I autolysed the flours and water for about 30 minutes. I then added the levain and salt and mixed with the paddle in my KitchenAid for about 2 minutes. As I was switching to the dough hook, I was surprised how much gluten development had already occurred. I mixed with dough with the dough hook at Speed 2 for just a couple minutes more and already had moderate gluten development.

To what could I attribute this? The only possibilities were the increased percentage of levain and the different flour. My hypothesis is it was mostly the flour. We hear that higher-gluten flours require more mixing to develop the gluten. I was using a lower gluten flour than usual for this type of bread.

The dough consistency (Thank you, MC for this useful distinction from the SFBI!) was almost identical to that of last week's dough, so my guesstimated hydration adjustment seemed spot on.

These boules were proofed for a bit over an hour before they were refrigerated. The next morning, they sat at room temperature for about 2 hours before baking. When I transferred them to the peel, they spread some. This could be because of the lower gluten flour effects, slight over-proofing or a combination of factors.

The loaves had reasonable but not great oven spring, and they had less bloom than the previous bake. This suggests they were probably over-proofed a bit. I baked them for 22 minutes at 460F. They then sat in the turned off oven for 7 minutes to dry the crust.

The crust was not as shiny as the last ones, but by no means “dull.” They were singing already when I took them out of the oven. It seemed to me, that the “tune” was higher pitched than the song my boules generally sing. Could this be because of the lower gluten flour? Thinner crust? And … Woohoo! Cracks began to appear in the crust as the bread cooled!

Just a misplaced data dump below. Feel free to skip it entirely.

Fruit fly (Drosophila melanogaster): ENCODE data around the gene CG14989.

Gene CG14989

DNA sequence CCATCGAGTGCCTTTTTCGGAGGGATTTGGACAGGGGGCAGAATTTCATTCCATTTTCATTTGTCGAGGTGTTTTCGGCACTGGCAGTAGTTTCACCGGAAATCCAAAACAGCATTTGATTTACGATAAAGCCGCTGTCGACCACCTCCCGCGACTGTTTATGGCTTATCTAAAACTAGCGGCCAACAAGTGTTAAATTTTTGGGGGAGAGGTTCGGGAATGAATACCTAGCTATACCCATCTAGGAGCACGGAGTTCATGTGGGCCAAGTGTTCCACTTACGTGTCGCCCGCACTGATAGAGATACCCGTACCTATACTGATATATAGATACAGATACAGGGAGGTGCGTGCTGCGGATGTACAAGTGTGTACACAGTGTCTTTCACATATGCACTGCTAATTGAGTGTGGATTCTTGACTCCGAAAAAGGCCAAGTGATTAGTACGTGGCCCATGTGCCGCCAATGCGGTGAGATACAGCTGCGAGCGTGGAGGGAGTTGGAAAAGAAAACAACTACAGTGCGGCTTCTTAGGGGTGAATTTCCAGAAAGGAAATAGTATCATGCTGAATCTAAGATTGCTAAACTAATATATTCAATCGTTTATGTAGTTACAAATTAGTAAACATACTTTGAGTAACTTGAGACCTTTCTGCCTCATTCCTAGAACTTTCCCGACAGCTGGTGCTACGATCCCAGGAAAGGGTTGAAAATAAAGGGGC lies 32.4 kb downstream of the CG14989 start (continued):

The crust has a crunchy bite. As can be seen from the crumb shot, below, it is relatively thick. I think that, to get a thin  crackly crust like a classic baguette, one must have a shorter bake at a lower temperature.

The crumb appearance was typical for my sourdoughs of this type. However, it was chewier than I expected. Very nice. The flavor was indeed more sour than last week's sourdough, as expected. I would still categorize it as mild to moderate sourness. It is not as sour as the "San Francisco Sourdough" in Reinhart's "Crust and Crumb," which uses an extremely firm levain in even higher proportions.



  • Increased sour flavor with firmer levain and increased levain percentage: As expected, this loaf was more sour but not dramatically so. To get a super-sour flavor, the techniques used must be pushed further.
  • Crackled crust with lower protein flour: Today's bake seems to support this hypothesis. Is this effect desirable? That's a matter of taste, but, for me, it's at least nice to know how to get the effect when I want it.
  • The benefits of the double steaming technique: Today's results were certainly satisfactory, but they also demonstrate that steaming is just one among several variables that contribute to oven spring and bloom.



Submitted to Yeast Spotting



hamptonbaker's picture

Hello Baguette Masters,


I believe I have a sound formula for a lean french dough. It calls for a preferment with equal parts bread flour and water and 1 % instant yeast. The final dough is 66% hydration. However, I am not getting the thick, crispy crust, which I thought was desirable for a baguette? I have a great oven and do three seconds of steam 2x in the first minutes of baking.  What makes the crust thick? My baking time was roughly 30 minutes and the crust was light to medium brown (next time I will take a picture) Thanks for any suggestions, and I have been enjoying the back and forth between all the bakers on this site, it has been very helpful.

Marcy, hamptonbaker